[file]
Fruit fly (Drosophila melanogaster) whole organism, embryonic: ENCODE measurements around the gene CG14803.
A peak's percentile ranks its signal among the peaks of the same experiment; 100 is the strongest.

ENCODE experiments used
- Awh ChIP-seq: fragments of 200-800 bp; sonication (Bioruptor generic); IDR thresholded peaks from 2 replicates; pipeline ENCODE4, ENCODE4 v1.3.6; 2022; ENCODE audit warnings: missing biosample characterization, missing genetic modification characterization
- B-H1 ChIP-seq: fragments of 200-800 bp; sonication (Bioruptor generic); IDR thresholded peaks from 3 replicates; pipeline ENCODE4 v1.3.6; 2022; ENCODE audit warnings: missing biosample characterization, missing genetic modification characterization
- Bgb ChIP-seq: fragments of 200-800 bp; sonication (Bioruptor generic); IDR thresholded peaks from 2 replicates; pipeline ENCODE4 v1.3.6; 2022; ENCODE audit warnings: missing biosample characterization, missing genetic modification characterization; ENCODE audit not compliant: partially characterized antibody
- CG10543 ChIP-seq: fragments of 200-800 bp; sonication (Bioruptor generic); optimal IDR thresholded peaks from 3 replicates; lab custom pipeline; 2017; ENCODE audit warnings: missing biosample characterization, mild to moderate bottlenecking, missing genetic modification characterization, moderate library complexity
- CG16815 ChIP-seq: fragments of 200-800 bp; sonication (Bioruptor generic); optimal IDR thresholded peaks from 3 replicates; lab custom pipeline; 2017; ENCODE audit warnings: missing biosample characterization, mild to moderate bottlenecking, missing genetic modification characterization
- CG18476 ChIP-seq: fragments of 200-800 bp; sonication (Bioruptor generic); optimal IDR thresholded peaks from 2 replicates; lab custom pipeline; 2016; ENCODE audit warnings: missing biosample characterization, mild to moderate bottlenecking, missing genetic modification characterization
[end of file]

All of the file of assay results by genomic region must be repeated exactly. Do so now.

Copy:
Fruit fly (Drosophila melanogaster) whole organism, embryonic: ENCODE measurements around the gene CG14803.
A peak's percentile ranks its signal among the peaks of the same experiment; 100 is the strongest.

ENCODE experiments used
- Awh ChIP-seq: fragments of 200-800 bp; sonication (Bioruptor generic); IDR thresholded peaks from 2 replicates; pipeline ENCODE4, ENCODE4 v1.3.6; 2022; ENCODE audit warnings: missing biosample characterization, missing genetic modification characterization
- B-H1 ChIP-seq: fragments of 200-800 bp; sonication (Bioruptor generic); IDR thresholded peaks from 3 replicates; pipeline ENCODE4 v1.3.6; 2022; ENCODE audit warnings: missing biosample characterization, missing genetic modification characterization
- Bgb ChIP-seq: fragments of 200-800 bp; sonication (Bioruptor generic); IDR thresholded peaks from 2 replicates; pipeline ENCODE4 v1.3.6; 2022; ENCODE audit warnings: missing biosample characterization, missing genetic modification characterization; ENCODE audit not compliant: partially characterized antibody
- CG10543 ChIP-seq: fragments of 200-800 bp; sonication (Bioruptor generic); optimal IDR thresholded peaks from 3 replicates; lab custom pipeline; 2017; ENCODE audit warnings: missing biosample characterization, mild to moderate bottlenecking, missing genetic modification characterization, moderate library complexity
- CG16815 ChIP-seq: fragments of 200-800 bp; sonication (Bioruptor generic); optimal IDR thresholded peaks from 3 replicates; lab custom pipeline; 2017; ENCODE audit warnings: missing biosample characterization, mild to moderate bottlenecking, missing genetic modification characterization
- CG18476 ChIP-seq: fragments of 200-800 bp; sonication (Bioruptor generic); optimal IDR thresholded peaks from 2 replicates; lab custom pipeline; 2016; ENCODE audit warnings: missing biosample characterization, mild to moderate bottlenecking, missing genetic modification characterization